Most are familiar with the general idea that a landlord can evict a tenant for staying past a lease term, not paying rent, or violating a lease requirement. Massachusetts, however, has a lesser known law available for early eviction cases, where a tenant has stated their unwillingess to leave at the end of a lease.
When Can a Landlord Do an Early Eviction Case?
The law on early evictions, found in G.L. c. 239, § 1A, states, in part, the following:
A lessor of land or tenements used for residential purposes may bring an action under this chapter to recover possession thereof before the determination of the lease by its own limitation, subject to the following conditions and restrictions. The tenancy of the premises at issue shall have been created for at least six months duration by a written lease in which a specific termination date is designated, a copy of which, signed by all parties, shall be annexed to the summons. No such action may be initiated before the latest date permitted by the lease for either party to notify the other of his intention to renew or extend the rental agreement, or in any case before thirty days before the designated termination date of the tenancy. The person bringing the action shall notify all defendants by registered mail that he has done so, which notification shall be mailed not later than twenty-four hours after the action is initiated. The person bringing the action shall demonstrate substantial grounds upon which the court could reasonably conclude that the defendant is likely to continue in possession of the premises at issue without right after the designated termination date, which grounds shall be set forth in the writ.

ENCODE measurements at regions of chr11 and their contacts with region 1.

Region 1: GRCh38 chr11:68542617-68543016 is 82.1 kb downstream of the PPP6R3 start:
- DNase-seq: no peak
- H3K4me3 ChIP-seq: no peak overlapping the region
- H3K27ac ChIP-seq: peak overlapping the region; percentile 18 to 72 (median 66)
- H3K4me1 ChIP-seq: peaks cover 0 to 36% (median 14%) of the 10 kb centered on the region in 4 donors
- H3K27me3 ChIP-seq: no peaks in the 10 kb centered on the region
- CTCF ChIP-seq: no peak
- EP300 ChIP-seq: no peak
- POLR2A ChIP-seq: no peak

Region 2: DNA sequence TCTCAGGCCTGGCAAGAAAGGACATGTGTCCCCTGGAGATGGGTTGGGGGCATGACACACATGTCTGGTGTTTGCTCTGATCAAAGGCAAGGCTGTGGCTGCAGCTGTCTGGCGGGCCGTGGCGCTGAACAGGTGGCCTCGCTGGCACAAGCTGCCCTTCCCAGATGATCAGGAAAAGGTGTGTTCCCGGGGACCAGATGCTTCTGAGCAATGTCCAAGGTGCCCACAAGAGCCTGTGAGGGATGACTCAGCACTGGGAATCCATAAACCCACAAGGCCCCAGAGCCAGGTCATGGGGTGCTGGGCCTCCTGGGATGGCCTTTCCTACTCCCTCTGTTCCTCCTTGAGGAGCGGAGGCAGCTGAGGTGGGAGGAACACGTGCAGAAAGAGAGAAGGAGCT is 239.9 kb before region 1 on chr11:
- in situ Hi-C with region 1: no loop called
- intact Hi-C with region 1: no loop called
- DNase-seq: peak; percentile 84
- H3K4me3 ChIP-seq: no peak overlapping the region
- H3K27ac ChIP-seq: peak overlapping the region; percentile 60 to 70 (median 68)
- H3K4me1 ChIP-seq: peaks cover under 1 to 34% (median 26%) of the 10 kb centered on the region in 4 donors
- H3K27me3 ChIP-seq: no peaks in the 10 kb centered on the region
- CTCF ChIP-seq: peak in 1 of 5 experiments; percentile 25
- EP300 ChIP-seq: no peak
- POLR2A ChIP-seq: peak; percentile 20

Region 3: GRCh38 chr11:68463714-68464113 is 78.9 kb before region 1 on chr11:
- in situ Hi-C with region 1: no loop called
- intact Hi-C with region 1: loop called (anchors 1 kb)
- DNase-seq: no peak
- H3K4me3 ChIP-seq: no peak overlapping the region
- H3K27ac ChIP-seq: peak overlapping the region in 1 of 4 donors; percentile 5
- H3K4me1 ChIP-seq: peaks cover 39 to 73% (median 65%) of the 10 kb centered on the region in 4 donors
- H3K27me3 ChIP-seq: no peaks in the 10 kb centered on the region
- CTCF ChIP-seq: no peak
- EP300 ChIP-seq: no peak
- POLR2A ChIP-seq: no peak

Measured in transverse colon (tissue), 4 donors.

Importantly, this type of eviction is available only for a tenant with a written lease of at least six months. This eviction option cannot be used against a month-to-month tenant (“tenancy at will”).
A landlord must have “substantial grounds” to believe that the tenant will not leave before the end of their lease. I am not aware of any direct cases that define what this is, but I imagine most courts will want to see that a landlord has spoken (or attempted to speak) with a tenant before starting an eviction.
As I read the law, no notice to quit is required for such an eviction. It is, however, good practice for a landlord to provide a tenant with as much advance notice of their intention to not renew a lease, to avoid any surprises to the tenants. Landlords should also check the terms of the lease itself, for any particular requirements on this matter.
This law does, however, require a landlord to notify the tenants by registered mail after filing such a case.
Early eviction cases are a good option for tenants who have expressed no interest in leaving at the end of a lease. Rather than force a landlord to wait until the end of the lease term, a landlord can start a case sooner and expedite the process.
Landlords should be mindful, however, that the eviction process is not quick . . . even in one of these early eviction cases. Although such a case allows a landlord to file an eviction before a lease ends, such a case will still take time (especially during COVID-19).
For assistance with an eviction matter, contact me for a consultation.